Everyone was of the opinion that the nation now needs a sensible policy which can give attention to the implications of WTO's GATS taking its positive perspectives and at the same time analysing the negative implications also. Then, Tulika Mattach, Lect, DHSK Commerce College, Dibrugarh expressed the various aspect of the WTO aggreements and their significance to the developing countries of the world through her paper entitled "WTO and Developing Economies".

A.K. Vashist, Prof. PU,. Chandigarh highlighted the reform measures undertaken by the Govt. in the direction of world class patents in India and their implications and impediments under the title of his paper "Intellectual property Rights in India - Issues and challenges".

In a paper under the topic of Impact of Globalization of life Insurance Sector with reference to Mizoram, LG Singh, Lecturer in Commerce, Govt. Aizawl college gave an account about the impact of globalization on life insurance sector in India as well as in Mizoram relating to growth, market share performance and new challenges particularly after the entry of private players.

Issues relating to developing countries in WTO regime were placed before the participant and the other present in the seminar in a very precise manner by Surya Naragan Ray, Lect in commerce, Dinhata college, Dinhata, Cooch Behar. Dipanker Shome, Research Scholar Dept. of Commerce, NEHU, Shillong expressed the imperative requirement on the part of India to ensure a strong regulatory supervisor mechanism for banking sector under the topic of GATS commitments and Reforms in Indian Banking.

Furthermore, the need to strengthen the regional economic developing strategies of developing countries under the economic implications of SAARC and WTO was expressed by Sanjoy Rinzin, Lect, Sherubtse, Kanglung Bhutan.

Dr. Swatantra Kumar, Faculty, RB Management Institute, Bareilly presented his paper on the tittle 'global supply chains: Problems and Prospects' in the post globalisation scenario so as to highlight global best practices, failures and prospects in global supply chain management. He placed the fact that in post globalisation scenario the Global Supply Chain Management is becoming an interesting area of academic investigation.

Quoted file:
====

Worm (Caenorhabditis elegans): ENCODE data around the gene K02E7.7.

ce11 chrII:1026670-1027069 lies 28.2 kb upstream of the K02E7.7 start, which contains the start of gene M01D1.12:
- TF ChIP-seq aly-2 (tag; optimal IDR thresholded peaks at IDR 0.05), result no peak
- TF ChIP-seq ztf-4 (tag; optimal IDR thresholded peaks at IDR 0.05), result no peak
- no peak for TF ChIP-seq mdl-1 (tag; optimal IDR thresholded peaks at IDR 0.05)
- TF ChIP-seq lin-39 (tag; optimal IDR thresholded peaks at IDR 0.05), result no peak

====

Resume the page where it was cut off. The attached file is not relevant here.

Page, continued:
Dr. K.C. Kabra Sr. Lect Dept. of Commerce NEHU placed the major challenges of the developing countries including India to the viability of agriculture mainly in the context of high domestic support, export subsidies and denial of market access through various tariff and non-tariff barriers in the developed countries.

Intellectual Property Right - Destination of III world Nations was another paper through which V Satyana-rayana, Ass. Prof. Mesco Institute, Hyderabad gave an account about the issues involved in IPR with special reference to its implication in the developing world.

Then taking into consideration the heterogeneous status of the world in terms of level of development and difference in the path of development adopted by the Nations, the paper of Vipin Nagi, Sherubtse College, Bhutan argued that the developing countries need protection for some time in certain specific areas before they can tap and realize their potential so as to be in a position to compete with the advanced countries.

In the third technical session, 10 delegates presented their papers on the issues and problems of SME Management. Ben-jamin F. Lyngdoh, Lecturer NEHU, Deptt. of Management and Bipasha Chetiya, Lect. Dibrugarh Univ., separately presented their respective papers on the opportunities of small and medium sized business in the Tourism industry particularly for creating sustainable development.